Meadows, Randers & Behrens:
The other day on NPR there was a piece about the new MOMA in New York, and how they had greatly expanded their available space to exhibit art. What struck me was the fact that they had remodeled only recently (in the '70's , I think), and that this time they had made sure they would have space for a longer time before another remodeling/expansion was needed.
It made me think that there are certain institutions or pieces of social infrastructure that are particularly vulnerable to stress from exponentially increasing populations, and others that are more adaptable, and scale well.
Examples of things that scale well fall into a class of things that are easily (and sometimes unfortunately) replicable: roads, housing tracts, and shopping malls.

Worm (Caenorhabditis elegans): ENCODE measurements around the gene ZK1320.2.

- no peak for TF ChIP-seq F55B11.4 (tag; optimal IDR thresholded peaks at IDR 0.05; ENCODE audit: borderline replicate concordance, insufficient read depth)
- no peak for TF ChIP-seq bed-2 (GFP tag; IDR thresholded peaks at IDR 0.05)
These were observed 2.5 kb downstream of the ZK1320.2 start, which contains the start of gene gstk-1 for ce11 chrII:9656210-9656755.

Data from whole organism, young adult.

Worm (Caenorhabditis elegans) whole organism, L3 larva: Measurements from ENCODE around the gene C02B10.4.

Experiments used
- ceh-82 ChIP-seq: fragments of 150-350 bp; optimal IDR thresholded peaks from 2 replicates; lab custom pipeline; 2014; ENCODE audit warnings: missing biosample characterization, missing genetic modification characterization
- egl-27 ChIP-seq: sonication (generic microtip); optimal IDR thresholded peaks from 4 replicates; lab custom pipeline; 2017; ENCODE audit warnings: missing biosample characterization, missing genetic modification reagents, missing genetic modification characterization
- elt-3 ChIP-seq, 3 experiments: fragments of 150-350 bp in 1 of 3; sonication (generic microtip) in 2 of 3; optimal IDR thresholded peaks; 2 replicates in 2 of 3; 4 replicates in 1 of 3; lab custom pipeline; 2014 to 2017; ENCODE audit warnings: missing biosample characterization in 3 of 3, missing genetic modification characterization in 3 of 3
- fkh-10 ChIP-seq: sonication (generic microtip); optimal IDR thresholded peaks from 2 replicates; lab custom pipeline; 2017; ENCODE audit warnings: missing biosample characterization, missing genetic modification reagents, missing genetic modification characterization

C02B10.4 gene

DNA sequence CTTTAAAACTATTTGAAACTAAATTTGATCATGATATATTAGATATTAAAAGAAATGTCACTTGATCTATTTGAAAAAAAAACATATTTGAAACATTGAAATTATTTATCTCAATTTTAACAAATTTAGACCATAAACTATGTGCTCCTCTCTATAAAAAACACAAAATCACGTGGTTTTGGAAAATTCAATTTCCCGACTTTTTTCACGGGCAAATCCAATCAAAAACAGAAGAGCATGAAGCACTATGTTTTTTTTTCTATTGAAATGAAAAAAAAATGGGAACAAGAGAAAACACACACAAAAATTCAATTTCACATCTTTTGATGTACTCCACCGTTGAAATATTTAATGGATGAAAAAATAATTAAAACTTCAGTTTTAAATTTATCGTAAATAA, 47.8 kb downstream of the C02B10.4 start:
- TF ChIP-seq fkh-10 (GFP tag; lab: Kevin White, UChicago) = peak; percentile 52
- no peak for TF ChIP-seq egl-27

Other classes of things really only can exist as single instances: subway stations, heads of state, and collections of original art. All of these are individual organizations or institutions that are supposed to serve the whole community, city, or nation. The only way yhey can continue to serve an exponentially increasing population is by increasing in size themselves (and when I refer to heads of state, I don't mean to imply that presidents become portly, but to the fact that the Executive Branch, and specifically the Executvie Office of the President has to deal with more issues with more or less the same sized staff).
I suspect that it was vastly easier to double the number of malls than to double the size of the MOMA in New York.